If there’s one thing you absolutely need to know about me, it is that my muse pulls me every which way at any time of day, and to have a task loom over my head that I can’t ignore or finish and get out of my hair is a death sentence to my motivation and creativity.

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I have a parchment brain and bones of flint: anything can set my mind on fire. I am a sort of phoenix when it comes to following my muse: I have to burn to ashes before I can move on. I’ve always been flammable, and it is indeed fun sometimes when I can feed the flames and get a roaring creative fire going, but it is precarious around other humans who are made of so much water. I can’t squelch my own fire – I haven’t learned how yet – but others can with the flick of a finger, and it ruins me. I become half-charred, unused and unusable. It is better for me to have burnt all the way out than to have been stopped in the middle. It leaves that looming, unfinishable task.

In middle school, I remember being handily smothered and left half-burnt and hurt. Learning fed my fire – school was easy for me – and for that, my flame was doused without a second thought. If you can believe it, I was ridiculed for being “smart” – as if I didn’t matter because I was “farther along” than the other students. To burn passionately as was natural for me felt like arson: a destructive crime that no one benefited from. They couldn’t see my fire for its glorious heat, energy and radiance – they only saw that it was different from their murky water, and extinguished it.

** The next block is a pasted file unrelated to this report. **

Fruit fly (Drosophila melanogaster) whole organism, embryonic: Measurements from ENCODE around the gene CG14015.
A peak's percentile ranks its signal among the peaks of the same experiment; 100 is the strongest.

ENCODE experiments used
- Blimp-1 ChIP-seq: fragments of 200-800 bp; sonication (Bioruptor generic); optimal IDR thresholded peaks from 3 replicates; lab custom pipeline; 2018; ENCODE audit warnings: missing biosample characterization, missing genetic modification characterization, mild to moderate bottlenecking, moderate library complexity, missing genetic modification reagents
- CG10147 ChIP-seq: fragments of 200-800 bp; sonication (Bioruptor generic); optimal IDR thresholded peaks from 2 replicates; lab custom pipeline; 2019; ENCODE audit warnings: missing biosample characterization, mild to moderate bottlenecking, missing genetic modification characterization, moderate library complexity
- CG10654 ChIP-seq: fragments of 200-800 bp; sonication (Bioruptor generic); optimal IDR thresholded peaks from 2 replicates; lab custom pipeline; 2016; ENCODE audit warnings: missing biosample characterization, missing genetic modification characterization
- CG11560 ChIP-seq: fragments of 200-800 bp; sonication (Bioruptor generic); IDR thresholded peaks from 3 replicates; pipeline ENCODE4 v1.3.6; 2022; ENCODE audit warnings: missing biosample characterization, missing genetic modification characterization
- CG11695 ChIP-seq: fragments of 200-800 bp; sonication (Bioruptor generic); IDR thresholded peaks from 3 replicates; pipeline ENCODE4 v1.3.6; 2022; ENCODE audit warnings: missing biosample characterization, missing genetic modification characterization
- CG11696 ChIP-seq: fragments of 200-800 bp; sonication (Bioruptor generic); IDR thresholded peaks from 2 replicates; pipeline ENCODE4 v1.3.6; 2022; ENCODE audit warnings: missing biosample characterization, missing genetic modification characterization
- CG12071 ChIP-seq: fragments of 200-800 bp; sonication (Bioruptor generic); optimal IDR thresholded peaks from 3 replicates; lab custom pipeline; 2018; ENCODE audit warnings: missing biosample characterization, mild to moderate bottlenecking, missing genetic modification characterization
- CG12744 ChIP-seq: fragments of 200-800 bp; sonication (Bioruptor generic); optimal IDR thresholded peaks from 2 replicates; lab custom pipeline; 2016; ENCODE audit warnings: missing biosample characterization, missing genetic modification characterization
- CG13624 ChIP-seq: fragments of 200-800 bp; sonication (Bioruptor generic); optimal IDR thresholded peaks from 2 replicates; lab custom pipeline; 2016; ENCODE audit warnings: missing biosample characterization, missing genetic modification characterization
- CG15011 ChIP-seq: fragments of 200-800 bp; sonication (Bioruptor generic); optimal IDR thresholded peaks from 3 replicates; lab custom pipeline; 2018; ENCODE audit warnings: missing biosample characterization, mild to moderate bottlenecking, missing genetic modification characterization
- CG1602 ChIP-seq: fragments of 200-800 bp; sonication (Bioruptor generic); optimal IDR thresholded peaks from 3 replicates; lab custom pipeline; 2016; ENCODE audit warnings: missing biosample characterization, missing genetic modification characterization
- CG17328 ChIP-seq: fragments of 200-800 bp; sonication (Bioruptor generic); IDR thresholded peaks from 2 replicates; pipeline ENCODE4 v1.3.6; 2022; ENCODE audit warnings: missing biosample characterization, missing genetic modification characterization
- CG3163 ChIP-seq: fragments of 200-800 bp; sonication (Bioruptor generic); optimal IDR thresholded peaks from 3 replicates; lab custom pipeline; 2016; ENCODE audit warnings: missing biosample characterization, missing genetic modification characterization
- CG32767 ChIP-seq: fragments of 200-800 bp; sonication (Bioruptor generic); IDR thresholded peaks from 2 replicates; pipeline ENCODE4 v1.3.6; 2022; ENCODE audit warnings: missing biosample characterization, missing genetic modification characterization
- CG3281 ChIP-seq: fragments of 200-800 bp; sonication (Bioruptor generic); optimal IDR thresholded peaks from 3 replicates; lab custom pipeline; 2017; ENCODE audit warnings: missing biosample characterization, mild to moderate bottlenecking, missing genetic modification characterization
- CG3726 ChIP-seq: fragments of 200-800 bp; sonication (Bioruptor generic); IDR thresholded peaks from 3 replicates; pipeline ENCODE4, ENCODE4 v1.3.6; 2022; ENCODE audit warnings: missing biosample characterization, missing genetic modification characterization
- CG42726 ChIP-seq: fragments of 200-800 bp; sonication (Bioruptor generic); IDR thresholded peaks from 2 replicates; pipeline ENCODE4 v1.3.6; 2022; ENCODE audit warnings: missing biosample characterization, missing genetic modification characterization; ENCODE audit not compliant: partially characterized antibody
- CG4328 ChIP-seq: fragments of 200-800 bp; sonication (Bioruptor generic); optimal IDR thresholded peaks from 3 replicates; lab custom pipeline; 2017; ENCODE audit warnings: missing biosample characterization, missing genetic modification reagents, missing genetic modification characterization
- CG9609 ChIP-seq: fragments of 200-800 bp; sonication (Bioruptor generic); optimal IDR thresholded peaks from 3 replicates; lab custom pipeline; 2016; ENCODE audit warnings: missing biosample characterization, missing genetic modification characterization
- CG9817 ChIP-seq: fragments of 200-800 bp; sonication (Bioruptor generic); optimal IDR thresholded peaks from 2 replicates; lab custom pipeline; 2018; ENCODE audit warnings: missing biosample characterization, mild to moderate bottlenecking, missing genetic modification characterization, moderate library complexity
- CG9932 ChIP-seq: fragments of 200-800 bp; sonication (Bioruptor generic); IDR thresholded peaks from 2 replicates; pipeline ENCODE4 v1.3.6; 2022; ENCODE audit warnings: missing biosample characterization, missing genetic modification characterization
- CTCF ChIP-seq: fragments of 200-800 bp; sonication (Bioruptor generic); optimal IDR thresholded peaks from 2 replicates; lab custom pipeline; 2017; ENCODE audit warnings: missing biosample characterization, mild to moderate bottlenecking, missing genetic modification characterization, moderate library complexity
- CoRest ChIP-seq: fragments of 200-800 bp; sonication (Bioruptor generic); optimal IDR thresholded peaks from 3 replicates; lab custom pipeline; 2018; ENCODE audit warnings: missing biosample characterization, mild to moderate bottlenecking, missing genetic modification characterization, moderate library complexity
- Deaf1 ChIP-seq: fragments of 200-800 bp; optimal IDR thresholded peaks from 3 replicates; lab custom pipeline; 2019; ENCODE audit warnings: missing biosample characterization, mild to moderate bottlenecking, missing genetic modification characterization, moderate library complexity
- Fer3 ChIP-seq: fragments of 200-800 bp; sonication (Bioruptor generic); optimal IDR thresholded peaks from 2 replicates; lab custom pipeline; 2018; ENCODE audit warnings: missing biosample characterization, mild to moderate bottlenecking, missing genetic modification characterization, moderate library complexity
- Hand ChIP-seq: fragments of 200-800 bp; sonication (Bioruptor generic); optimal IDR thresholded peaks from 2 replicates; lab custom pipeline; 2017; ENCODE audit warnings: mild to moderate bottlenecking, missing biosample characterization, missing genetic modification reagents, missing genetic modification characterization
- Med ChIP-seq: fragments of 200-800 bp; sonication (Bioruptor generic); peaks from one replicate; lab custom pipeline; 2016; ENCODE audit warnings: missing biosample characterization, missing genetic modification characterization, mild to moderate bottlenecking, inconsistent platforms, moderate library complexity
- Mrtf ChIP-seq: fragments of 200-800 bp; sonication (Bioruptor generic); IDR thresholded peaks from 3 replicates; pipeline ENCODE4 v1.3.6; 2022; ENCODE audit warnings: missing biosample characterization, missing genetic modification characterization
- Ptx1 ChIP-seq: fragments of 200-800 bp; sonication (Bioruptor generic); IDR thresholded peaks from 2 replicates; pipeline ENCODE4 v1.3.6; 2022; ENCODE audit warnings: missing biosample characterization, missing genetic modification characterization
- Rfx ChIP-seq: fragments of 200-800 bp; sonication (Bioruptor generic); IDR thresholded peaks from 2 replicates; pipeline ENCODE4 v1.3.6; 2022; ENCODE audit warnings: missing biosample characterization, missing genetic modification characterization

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Since then, I haven’t been able to truly dry out and get a fire going unless it was one of self-ridicule. That one burns in another part of me, the part that’s always stale and dry. That one can become a wildfire, oxidized by a number of factors in everyday life: there’s air all around us, so it’s not hard.

I try to keep paper lists, hoping they could kindle a spark into something greater. If you can believe it, I have to keep a list of the things I love and want to pursue because it’s entirely possible for me to forget them. They feel like trying to burn green wood. They are too young. I need to wait longer and longer until I find older wood, but it’s springtime and everything is green. Everything seems to be blooming except for me.

I want to burn.

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all photos by Linus Lohoff in Form Colour Material Light (link to his website)


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